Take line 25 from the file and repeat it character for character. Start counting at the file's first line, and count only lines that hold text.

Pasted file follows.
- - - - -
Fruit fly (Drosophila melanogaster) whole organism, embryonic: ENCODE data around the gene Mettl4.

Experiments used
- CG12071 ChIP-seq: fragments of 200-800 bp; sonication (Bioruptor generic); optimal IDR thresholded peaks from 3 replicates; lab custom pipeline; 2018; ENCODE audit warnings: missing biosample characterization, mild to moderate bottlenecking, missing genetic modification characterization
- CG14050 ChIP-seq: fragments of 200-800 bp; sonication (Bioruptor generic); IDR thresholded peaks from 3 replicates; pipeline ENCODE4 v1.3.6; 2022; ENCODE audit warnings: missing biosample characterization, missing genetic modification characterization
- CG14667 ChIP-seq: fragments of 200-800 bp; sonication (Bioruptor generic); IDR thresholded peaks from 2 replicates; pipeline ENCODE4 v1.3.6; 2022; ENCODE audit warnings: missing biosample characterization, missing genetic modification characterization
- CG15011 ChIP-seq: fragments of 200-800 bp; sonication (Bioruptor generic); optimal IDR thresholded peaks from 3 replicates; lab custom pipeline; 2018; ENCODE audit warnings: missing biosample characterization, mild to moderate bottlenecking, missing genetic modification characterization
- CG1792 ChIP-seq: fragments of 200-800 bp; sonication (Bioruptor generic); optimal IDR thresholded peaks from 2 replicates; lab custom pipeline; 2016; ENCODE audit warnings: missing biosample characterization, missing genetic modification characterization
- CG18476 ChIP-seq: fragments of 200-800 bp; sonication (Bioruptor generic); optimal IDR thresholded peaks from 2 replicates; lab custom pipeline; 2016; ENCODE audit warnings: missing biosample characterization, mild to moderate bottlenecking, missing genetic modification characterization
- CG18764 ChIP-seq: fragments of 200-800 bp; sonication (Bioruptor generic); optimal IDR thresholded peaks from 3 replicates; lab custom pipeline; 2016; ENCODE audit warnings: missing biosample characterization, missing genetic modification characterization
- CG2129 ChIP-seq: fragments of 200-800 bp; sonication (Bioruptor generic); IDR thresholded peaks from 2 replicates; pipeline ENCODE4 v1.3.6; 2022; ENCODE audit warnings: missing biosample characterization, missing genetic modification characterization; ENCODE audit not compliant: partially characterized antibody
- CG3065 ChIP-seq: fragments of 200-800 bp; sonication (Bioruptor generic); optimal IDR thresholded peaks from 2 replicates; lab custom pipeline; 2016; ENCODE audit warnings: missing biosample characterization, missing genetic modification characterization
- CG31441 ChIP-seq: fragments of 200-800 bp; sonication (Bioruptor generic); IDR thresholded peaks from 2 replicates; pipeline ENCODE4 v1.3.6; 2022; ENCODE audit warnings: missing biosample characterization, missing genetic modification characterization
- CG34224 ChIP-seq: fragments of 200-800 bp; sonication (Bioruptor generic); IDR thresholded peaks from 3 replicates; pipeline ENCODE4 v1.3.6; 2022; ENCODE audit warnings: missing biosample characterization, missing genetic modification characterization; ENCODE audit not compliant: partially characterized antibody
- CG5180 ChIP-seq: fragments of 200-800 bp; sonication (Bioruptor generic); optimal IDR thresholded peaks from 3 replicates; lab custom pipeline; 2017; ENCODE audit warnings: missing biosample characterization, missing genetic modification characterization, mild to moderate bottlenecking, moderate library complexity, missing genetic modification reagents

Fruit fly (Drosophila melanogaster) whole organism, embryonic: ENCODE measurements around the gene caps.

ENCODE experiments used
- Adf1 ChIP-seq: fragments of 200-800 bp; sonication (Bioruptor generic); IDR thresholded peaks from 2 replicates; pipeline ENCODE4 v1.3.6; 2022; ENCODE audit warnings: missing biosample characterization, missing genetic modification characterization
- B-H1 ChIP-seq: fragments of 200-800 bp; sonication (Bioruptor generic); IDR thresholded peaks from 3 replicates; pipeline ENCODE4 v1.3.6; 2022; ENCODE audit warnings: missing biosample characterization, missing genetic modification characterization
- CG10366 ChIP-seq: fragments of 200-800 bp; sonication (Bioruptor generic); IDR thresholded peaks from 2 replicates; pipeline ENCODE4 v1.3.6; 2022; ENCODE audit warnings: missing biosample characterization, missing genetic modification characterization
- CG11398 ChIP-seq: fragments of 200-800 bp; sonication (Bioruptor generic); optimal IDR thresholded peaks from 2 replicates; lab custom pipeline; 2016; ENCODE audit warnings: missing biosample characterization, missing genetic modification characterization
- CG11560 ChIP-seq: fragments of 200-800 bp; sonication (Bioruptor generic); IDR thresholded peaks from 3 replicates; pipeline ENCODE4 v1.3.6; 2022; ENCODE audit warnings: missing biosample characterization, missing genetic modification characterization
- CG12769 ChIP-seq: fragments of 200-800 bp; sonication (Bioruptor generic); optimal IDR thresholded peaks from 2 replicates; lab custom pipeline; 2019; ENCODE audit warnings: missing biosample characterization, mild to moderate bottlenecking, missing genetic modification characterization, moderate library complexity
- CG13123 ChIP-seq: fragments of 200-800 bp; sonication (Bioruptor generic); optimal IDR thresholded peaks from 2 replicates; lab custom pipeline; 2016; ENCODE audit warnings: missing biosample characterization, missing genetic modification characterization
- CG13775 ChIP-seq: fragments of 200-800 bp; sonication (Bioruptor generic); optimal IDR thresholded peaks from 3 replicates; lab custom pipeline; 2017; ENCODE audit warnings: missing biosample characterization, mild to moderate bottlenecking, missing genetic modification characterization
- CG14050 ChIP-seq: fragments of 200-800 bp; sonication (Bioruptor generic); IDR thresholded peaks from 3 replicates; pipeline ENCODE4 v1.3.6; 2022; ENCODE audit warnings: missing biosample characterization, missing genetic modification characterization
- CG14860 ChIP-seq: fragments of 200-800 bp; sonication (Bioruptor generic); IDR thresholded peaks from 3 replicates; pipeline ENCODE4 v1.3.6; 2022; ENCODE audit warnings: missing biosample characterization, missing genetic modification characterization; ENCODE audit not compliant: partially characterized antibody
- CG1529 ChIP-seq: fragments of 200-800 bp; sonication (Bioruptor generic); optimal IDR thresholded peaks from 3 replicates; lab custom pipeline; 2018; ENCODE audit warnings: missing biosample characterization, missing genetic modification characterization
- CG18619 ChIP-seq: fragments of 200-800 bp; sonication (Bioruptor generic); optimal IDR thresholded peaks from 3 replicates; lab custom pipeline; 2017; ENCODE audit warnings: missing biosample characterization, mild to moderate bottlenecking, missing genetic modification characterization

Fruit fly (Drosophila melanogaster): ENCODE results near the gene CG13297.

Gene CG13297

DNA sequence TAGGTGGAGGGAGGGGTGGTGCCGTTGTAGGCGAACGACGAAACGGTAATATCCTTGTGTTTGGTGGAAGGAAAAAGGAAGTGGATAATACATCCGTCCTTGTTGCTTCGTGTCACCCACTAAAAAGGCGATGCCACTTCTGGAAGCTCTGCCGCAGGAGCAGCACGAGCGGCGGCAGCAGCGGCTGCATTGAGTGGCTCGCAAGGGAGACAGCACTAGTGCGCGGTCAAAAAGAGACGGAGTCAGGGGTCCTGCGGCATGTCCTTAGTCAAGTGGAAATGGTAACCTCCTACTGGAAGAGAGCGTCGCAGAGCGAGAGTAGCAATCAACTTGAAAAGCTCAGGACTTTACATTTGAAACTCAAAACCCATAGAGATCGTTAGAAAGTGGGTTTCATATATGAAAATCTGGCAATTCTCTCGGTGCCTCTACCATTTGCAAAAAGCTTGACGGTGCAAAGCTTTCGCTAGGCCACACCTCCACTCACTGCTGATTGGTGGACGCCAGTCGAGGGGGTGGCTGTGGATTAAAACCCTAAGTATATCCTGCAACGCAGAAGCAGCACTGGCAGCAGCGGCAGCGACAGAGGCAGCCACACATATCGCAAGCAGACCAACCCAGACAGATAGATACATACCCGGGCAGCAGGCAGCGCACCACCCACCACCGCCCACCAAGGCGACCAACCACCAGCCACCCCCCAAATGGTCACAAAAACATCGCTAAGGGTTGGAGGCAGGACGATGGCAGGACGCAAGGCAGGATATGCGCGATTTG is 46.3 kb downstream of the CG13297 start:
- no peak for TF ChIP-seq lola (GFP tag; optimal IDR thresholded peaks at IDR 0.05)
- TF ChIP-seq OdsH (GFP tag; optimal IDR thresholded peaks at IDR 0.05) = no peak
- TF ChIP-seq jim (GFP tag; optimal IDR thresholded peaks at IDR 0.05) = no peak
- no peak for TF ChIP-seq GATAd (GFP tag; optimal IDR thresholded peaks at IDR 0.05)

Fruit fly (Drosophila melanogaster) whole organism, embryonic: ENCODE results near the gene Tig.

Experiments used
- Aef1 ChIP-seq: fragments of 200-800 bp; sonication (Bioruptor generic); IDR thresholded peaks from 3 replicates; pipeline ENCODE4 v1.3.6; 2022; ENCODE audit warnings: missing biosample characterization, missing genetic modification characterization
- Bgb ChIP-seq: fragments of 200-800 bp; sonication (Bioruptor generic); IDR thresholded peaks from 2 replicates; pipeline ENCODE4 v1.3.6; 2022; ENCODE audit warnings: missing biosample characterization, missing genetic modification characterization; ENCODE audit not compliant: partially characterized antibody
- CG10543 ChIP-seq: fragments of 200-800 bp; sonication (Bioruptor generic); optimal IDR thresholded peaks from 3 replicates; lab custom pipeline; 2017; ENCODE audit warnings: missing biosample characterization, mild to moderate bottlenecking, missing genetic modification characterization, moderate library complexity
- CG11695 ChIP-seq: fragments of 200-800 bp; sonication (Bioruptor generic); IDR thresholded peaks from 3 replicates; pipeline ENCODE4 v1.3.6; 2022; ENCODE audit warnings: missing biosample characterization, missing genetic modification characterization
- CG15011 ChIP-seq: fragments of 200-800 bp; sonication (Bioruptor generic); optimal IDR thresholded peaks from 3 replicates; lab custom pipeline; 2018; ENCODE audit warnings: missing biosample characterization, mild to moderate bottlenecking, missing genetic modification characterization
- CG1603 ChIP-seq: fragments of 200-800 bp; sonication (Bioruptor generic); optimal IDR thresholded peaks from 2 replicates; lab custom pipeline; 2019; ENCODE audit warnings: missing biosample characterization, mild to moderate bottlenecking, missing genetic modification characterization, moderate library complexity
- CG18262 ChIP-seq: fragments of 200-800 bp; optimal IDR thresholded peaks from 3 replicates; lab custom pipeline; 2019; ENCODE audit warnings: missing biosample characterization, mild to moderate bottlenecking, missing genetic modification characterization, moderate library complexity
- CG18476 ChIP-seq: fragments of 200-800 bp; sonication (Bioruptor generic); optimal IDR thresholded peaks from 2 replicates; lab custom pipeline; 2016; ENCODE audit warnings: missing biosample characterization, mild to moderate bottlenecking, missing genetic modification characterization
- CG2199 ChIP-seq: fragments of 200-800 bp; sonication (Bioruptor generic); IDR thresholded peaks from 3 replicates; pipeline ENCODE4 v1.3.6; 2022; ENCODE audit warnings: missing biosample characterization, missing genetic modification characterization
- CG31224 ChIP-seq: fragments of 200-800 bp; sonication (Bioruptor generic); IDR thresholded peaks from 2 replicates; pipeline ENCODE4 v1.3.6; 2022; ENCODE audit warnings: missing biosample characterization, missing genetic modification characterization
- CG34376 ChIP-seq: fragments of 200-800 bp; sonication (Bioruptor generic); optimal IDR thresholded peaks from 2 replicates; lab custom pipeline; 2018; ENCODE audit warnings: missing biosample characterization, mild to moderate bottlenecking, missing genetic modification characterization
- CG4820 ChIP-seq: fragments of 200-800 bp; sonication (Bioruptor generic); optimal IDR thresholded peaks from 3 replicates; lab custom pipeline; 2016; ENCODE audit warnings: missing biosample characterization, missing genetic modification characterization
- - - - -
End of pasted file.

- CG14050 ChIP-seq: fragments of 200-800 bp; sonication (Bioruptor generic); IDR thresholded peaks from 3 replicates; pipeline ENCODE4 v1.3.6; 2022; ENCODE audit warnings: missing biosample characterization, missing genetic modification characterization